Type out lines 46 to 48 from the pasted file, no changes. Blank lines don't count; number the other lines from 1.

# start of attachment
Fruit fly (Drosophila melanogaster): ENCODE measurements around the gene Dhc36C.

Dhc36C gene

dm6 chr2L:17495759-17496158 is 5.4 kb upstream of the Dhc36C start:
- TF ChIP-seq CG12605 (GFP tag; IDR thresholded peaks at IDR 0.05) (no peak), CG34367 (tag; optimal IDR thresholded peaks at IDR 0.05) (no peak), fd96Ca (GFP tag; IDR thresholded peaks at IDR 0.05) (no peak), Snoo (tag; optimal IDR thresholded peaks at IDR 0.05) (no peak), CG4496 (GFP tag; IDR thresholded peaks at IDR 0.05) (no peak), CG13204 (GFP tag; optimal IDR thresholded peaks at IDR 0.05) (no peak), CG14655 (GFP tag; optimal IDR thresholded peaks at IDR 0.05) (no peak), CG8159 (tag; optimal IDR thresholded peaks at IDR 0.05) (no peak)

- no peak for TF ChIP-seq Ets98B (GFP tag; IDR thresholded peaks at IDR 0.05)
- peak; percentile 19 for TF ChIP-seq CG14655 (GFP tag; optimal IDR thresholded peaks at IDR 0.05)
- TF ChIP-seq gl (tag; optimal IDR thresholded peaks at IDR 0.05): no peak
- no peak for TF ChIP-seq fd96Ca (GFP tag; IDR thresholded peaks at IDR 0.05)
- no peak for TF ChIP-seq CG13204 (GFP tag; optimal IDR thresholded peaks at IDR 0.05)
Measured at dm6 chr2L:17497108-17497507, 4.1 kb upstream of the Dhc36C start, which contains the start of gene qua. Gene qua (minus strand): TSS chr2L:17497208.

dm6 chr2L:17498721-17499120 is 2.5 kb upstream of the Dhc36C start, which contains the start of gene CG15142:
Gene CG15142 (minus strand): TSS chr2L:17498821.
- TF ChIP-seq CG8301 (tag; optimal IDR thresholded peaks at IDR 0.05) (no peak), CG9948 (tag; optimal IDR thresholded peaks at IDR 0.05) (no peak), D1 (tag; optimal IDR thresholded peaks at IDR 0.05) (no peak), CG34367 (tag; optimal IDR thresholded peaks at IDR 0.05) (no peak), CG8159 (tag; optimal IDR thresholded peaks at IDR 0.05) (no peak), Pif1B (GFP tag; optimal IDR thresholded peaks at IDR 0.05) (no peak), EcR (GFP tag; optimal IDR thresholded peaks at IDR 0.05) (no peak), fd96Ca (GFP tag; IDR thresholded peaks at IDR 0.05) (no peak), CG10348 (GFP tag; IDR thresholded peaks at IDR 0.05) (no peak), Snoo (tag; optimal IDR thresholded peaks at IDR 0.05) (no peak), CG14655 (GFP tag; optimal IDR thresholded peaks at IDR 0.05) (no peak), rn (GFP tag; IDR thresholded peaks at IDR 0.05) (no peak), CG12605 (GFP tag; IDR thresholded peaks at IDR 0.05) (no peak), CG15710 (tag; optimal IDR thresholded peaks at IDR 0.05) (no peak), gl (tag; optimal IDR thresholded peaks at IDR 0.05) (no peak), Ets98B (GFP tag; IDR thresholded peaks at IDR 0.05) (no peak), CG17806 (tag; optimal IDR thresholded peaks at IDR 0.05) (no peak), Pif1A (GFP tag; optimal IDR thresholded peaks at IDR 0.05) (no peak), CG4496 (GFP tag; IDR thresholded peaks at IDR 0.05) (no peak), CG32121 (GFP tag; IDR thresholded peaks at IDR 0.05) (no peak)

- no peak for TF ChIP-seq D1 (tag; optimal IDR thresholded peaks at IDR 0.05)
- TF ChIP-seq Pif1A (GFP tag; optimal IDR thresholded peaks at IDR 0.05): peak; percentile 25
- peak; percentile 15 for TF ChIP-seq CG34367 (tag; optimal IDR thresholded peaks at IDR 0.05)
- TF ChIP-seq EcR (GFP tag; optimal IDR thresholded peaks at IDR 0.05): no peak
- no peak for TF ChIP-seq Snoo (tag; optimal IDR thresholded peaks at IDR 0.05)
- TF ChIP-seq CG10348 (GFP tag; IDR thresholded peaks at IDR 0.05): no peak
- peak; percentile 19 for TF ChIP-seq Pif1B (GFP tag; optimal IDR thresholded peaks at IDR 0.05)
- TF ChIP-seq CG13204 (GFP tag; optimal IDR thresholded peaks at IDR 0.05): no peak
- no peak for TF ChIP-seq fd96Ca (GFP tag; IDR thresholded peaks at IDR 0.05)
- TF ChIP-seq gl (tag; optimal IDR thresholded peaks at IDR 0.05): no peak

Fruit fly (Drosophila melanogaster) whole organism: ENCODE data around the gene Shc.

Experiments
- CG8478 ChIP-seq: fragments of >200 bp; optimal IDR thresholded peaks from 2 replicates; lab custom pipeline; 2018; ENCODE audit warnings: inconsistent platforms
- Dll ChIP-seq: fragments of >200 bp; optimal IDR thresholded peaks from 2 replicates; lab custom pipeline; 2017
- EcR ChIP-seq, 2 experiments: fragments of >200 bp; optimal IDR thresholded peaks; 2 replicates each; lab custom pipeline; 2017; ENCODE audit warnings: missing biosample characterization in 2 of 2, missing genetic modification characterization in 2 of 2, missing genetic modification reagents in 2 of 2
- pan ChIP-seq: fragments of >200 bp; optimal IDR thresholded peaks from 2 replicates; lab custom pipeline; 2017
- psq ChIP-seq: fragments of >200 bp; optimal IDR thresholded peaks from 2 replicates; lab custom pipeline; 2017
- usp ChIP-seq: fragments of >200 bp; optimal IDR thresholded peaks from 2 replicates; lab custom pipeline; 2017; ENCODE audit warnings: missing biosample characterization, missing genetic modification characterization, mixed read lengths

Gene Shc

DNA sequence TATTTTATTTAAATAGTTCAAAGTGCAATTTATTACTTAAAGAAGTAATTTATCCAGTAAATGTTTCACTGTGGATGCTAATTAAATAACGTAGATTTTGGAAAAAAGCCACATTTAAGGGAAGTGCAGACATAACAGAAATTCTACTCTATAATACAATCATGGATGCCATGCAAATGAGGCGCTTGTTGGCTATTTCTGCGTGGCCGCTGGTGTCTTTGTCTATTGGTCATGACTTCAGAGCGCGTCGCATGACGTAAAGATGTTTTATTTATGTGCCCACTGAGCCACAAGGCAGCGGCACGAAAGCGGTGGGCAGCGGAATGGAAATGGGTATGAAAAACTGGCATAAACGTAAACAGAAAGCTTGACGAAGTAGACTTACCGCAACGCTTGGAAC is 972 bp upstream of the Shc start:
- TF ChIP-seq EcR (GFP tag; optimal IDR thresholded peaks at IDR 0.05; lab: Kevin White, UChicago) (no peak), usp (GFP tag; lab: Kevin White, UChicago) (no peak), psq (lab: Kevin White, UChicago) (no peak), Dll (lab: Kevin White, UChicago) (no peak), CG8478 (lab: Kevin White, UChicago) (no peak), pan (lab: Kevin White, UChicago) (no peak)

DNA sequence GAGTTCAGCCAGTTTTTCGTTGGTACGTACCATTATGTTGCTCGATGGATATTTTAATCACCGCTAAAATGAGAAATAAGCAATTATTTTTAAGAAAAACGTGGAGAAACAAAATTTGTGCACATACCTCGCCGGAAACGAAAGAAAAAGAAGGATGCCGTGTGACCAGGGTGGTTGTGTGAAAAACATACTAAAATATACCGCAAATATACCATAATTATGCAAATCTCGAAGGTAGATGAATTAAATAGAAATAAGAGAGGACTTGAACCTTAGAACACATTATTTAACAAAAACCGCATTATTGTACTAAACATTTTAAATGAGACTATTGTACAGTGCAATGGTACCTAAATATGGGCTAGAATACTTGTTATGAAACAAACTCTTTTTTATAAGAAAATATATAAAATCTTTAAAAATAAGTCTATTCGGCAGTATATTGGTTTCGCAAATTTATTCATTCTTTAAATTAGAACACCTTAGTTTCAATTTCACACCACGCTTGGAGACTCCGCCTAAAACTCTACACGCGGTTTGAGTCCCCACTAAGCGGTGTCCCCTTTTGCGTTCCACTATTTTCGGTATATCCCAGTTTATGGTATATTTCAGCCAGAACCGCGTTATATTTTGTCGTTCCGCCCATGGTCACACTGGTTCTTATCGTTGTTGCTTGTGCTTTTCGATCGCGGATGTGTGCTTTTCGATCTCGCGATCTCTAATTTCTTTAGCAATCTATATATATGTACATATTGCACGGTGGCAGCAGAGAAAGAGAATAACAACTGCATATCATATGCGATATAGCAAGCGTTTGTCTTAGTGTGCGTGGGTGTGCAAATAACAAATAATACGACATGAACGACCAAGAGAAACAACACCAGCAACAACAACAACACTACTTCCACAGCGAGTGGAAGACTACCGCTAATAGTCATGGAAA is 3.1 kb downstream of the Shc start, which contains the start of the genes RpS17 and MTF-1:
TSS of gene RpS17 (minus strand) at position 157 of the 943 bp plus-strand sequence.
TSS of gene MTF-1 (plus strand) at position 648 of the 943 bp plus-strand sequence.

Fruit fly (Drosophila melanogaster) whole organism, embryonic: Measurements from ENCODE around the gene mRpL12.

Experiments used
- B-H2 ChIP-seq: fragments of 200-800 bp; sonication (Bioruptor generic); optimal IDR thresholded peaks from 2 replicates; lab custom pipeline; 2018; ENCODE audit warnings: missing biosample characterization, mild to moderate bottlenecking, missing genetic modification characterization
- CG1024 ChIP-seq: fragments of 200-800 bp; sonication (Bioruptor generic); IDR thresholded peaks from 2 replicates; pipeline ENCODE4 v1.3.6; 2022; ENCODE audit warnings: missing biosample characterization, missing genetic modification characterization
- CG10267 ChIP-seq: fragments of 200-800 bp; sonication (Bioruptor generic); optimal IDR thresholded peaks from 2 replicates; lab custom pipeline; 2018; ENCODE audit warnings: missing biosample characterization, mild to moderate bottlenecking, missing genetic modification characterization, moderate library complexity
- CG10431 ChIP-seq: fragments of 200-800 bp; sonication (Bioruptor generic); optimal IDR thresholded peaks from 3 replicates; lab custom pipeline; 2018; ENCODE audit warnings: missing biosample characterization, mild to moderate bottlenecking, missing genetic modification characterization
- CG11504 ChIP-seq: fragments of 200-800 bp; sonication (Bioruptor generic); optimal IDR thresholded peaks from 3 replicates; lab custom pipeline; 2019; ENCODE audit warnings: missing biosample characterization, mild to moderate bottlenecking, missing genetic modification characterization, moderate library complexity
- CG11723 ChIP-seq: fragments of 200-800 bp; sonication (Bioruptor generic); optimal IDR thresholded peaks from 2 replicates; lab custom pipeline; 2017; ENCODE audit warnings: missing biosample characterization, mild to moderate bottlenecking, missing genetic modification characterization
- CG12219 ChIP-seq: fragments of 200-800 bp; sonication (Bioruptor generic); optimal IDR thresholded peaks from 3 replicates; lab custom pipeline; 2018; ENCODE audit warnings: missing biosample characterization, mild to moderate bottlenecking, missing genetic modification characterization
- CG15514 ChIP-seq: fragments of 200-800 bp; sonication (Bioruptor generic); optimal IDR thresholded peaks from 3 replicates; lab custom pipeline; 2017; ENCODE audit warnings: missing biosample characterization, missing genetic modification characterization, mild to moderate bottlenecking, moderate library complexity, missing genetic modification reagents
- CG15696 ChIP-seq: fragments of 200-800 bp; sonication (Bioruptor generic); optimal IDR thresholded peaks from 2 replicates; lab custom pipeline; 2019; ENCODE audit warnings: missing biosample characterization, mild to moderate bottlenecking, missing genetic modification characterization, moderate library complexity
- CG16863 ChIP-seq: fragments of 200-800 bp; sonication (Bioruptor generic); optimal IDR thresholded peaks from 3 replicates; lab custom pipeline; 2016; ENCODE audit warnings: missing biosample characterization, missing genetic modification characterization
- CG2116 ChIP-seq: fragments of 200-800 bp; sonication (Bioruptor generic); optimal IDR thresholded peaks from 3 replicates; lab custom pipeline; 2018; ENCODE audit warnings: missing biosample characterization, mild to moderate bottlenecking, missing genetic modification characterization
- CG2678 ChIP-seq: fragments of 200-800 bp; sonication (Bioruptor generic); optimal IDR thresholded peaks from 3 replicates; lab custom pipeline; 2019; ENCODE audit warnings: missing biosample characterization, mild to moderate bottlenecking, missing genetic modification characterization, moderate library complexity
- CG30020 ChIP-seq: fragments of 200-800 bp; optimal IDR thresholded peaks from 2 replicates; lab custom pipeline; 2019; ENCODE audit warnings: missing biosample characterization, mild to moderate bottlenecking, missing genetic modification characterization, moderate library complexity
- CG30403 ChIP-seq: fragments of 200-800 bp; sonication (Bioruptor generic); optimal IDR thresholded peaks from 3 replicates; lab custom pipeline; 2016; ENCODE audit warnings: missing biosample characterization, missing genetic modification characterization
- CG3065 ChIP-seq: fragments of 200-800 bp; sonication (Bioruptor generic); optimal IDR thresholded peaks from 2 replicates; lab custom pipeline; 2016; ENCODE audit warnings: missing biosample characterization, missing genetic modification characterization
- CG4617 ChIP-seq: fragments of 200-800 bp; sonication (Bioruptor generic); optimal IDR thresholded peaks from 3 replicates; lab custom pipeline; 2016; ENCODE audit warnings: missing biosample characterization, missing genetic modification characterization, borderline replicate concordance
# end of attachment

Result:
- CG12219 ChIP-seq: fragments of 200-800 bp; sonication (Bioruptor generic); optimal IDR thresholded peaks from 3 replicates; lab custom pipeline; 2018; ENCODE audit warnings: missing biosample characterization, mild to moderate bottlenecking, missing genetic modification characterization
- CG15514 ChIP-seq: fragments of 200-800 bp; sonication (Bioruptor generic); optimal IDR thresholded peaks from 3 replicates; lab custom pipeline; 2017; ENCODE audit warnings: missing biosample characterization, missing genetic modification characterization, mild to moderate bottlenecking, moderate library complexity, missing genetic modification reagents
- CG15696 ChIP-seq: fragments of 200-800 bp; sonication (Bioruptor generic); optimal IDR thresholded peaks from 2 replicates; lab custom pipeline; 2019; ENCODE audit warnings: missing biosample characterization, mild to moderate bottlenecking, missing genetic modification characterization, moderate library complexity